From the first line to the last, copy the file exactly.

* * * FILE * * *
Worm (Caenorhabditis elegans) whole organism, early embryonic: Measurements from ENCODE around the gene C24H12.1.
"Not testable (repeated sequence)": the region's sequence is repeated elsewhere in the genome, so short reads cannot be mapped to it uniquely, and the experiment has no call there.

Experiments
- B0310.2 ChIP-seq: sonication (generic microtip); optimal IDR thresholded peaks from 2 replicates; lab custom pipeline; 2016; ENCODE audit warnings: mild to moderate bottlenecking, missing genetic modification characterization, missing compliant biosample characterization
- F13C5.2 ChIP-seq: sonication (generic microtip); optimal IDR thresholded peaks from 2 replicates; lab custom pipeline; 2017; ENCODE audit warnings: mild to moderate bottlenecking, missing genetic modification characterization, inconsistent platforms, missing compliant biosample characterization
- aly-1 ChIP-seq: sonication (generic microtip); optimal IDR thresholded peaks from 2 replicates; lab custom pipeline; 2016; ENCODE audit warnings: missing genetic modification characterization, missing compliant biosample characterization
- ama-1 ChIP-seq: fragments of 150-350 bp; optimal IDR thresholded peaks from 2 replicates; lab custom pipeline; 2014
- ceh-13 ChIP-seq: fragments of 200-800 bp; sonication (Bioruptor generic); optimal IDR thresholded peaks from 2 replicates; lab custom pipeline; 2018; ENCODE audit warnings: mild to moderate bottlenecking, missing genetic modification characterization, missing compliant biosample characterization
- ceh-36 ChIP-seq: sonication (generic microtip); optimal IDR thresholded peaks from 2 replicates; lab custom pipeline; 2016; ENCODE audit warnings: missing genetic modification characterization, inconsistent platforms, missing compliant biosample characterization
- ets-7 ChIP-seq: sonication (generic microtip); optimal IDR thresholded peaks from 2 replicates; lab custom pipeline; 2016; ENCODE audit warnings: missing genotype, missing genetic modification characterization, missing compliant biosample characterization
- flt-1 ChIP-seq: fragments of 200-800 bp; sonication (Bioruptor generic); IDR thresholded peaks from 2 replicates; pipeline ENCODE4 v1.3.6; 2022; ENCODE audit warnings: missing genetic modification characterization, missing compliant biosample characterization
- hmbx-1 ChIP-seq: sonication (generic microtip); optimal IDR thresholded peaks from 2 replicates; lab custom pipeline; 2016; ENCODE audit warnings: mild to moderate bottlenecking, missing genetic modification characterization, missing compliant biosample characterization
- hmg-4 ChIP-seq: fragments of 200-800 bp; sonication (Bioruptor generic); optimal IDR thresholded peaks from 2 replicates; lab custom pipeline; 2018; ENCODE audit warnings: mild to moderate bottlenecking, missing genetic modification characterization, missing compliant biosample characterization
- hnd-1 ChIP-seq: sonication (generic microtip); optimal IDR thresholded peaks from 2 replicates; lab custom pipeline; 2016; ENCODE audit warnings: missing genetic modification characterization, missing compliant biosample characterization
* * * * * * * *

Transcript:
Worm (Caenorhabditis elegans) whole organism, early embryonic: Measurements from ENCODE around the gene C24H12.1.
"Not testable (repeated sequence)": the region's sequence is repeated elsewhere in the genome, so short reads cannot be mapped to it uniquely, and the experiment has no call there.

Experiments
- B0310.2 ChIP-seq: sonication (generic microtip); optimal IDR thresholded peaks from 2 replicates; lab custom pipeline; 2016; ENCODE audit warnings: mild to moderate bottlenecking, missing genetic modification characterization, missing compliant biosample characterization
- F13C5.2 ChIP-seq: sonication (generic microtip); optimal IDR thresholded peaks from 2 replicates; lab custom pipeline; 2017; ENCODE audit warnings: mild to moderate bottlenecking, missing genetic modification characterization, inconsistent platforms, missing compliant biosample characterization
- aly-1 ChIP-seq: sonication (generic microtip); optimal IDR thresholded peaks from 2 replicates; lab custom pipeline; 2016; ENCODE audit warnings: missing genetic modification characterization, missing compliant biosample characterization
- ama-1 ChIP-seq: fragments of 150-350 bp; optimal IDR thresholded peaks from 2 replicates; lab custom pipeline; 2014
- ceh-13 ChIP-seq: fragments of 200-800 bp; sonication (Bioruptor generic); optimal IDR thresholded peaks from 2 replicates; lab custom pipeline; 2018; ENCODE audit warnings: mild to moderate bottlenecking, missing genetic modification characterization, missing compliant biosample characterization
- ceh-36 ChIP-seq: sonication (generic microtip); optimal IDR thresholded peaks from 2 replicates; lab custom pipeline; 2016; ENCODE audit warnings: missing genetic modification characterization, inconsistent platforms, missing compliant biosample characterization
- ets-7 ChIP-seq: sonication (generic microtip); optimal IDR thresholded peaks from 2 replicates; lab custom pipeline; 2016; ENCODE audit warnings: missing genotype, missing genetic modification characterization, missing compliant biosample characterization
- flt-1 ChIP-seq: fragments of 200-800 bp; sonication (Bioruptor generic); IDR thresholded peaks from 2 replicates; pipeline ENCODE4 v1.3.6; 2022; ENCODE audit warnings: missing genetic modification characterization, missing compliant biosample characterization
- hmbx-1 ChIP-seq: sonication (generic microtip); optimal IDR thresholded peaks from 2 replicates; lab custom pipeline; 2016; ENCODE audit warnings: mild to moderate bottlenecking, missing genetic modification characterization, missing compliant biosample characterization
- hmg-4 ChIP-seq: fragments of 200-800 bp; sonication (Bioruptor generic); optimal IDR thresholded peaks from 2 replicates; lab custom pipeline; 2018; ENCODE audit warnings: mild to moderate bottlenecking, missing genetic modification characterization, missing compliant biosample characterization
- hnd-1 ChIP-seq: sonication (generic microtip); optimal IDR thresholded peaks from 2 replicates; lab custom pipeline; 2016; ENCODE audit warnings: missing genetic modification characterization, missing compliant biosample characterization